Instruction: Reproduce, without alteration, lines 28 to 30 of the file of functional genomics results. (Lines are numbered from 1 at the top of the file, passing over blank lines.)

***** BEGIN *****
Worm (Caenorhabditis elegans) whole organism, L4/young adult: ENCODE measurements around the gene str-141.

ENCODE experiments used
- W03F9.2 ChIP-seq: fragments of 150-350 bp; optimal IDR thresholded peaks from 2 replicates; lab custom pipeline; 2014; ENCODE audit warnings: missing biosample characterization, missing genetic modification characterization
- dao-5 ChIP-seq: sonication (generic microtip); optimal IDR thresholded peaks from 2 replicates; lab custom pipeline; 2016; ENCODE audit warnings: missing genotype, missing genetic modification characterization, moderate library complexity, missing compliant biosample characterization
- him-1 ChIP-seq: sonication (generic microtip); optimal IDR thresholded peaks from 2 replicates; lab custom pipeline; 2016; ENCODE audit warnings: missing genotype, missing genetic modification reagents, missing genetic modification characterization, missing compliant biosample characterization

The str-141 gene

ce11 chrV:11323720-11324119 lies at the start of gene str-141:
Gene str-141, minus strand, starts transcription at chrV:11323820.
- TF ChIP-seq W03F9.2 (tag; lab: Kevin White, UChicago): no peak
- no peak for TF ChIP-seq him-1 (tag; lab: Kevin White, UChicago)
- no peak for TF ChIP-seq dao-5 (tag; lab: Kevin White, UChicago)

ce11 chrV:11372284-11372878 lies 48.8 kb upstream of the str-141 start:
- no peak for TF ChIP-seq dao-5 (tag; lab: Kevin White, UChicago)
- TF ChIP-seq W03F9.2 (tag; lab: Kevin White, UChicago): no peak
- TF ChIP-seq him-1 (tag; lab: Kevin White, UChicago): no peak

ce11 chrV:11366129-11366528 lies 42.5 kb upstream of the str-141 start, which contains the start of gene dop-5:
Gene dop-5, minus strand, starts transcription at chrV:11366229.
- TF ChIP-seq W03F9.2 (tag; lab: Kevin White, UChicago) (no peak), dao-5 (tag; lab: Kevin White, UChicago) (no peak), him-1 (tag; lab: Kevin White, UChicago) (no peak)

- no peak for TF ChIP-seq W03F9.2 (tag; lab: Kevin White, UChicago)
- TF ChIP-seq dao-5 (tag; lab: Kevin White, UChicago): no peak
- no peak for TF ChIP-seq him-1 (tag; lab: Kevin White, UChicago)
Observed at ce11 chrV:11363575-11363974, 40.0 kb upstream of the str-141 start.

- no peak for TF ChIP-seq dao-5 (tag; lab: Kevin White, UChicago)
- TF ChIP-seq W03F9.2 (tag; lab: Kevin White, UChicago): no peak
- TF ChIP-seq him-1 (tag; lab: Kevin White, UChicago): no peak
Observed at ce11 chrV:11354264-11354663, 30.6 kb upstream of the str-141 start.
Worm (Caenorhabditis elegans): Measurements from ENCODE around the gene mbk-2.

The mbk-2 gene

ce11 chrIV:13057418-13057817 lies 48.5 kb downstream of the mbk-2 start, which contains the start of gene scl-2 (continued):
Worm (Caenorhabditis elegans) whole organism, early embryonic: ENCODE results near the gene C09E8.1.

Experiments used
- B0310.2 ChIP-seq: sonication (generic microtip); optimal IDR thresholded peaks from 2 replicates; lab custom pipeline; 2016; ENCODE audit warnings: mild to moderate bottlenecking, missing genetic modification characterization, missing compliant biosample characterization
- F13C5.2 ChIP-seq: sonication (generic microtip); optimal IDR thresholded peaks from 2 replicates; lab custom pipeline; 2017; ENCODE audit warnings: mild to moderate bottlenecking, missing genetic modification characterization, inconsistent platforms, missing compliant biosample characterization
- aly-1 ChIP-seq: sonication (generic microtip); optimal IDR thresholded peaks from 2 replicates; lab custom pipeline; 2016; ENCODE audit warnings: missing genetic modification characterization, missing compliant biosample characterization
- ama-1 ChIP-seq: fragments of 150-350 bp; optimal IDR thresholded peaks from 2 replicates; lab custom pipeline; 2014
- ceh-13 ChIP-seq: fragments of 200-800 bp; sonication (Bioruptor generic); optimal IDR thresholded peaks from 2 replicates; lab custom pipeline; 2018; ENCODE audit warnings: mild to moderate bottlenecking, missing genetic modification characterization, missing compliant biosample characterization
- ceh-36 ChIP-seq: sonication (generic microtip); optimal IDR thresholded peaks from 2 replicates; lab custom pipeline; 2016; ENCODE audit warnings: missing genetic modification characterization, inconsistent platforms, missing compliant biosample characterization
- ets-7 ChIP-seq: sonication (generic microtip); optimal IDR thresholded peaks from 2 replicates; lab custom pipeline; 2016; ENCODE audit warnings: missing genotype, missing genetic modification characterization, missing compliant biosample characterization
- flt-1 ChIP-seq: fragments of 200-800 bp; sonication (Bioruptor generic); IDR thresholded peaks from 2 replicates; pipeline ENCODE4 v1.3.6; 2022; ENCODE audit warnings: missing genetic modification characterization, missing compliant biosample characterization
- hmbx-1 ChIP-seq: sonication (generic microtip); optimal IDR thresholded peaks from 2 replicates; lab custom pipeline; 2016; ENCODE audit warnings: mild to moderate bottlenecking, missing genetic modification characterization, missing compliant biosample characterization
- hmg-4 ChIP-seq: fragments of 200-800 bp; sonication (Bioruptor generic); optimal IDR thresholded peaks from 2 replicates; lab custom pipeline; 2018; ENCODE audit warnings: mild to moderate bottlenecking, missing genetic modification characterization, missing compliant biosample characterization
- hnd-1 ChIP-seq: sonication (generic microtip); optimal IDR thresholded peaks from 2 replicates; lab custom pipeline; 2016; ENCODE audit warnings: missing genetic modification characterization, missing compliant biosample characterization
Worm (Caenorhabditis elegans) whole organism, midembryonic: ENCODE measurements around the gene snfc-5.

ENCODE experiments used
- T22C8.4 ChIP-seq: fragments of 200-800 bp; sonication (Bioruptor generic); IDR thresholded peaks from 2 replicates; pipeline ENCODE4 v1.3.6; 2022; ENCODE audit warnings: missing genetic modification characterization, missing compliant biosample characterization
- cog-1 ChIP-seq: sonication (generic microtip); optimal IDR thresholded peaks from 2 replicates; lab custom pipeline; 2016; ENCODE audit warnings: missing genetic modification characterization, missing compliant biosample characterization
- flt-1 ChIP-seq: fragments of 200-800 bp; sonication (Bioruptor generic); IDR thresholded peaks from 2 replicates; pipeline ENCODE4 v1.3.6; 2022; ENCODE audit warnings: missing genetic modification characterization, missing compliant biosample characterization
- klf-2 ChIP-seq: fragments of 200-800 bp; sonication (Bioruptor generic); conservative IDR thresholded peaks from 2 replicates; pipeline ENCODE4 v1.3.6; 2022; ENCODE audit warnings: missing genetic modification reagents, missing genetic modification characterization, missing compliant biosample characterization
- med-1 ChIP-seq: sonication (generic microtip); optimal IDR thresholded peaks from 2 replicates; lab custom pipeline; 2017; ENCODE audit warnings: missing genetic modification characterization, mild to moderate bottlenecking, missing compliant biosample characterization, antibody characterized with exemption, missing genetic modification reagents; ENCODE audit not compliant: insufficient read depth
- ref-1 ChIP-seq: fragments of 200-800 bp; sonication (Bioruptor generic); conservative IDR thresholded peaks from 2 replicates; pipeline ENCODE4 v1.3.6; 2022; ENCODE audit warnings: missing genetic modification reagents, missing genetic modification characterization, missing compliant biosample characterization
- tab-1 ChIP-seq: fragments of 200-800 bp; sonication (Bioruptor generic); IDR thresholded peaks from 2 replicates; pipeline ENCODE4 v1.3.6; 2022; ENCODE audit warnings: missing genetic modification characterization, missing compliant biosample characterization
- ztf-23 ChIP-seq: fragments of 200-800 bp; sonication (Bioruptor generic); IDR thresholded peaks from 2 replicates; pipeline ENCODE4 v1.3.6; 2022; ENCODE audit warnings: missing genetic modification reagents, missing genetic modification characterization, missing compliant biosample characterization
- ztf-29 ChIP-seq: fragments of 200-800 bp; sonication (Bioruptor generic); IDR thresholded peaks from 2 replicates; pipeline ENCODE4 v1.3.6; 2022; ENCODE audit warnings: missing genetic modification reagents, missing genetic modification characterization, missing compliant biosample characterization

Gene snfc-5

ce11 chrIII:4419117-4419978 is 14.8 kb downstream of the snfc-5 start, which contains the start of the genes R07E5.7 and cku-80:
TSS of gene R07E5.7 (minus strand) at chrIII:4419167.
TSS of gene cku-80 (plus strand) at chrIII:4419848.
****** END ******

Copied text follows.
The mbk-2 gene

ce11 chrIV:13057418-13057817 lies 48.5 kb downstream of the mbk-2 start, which contains the start of gene scl-2 (continued):
Worm (Caenorhabditis elegans) whole organism, early embryonic: ENCODE results near the gene C09E8.1.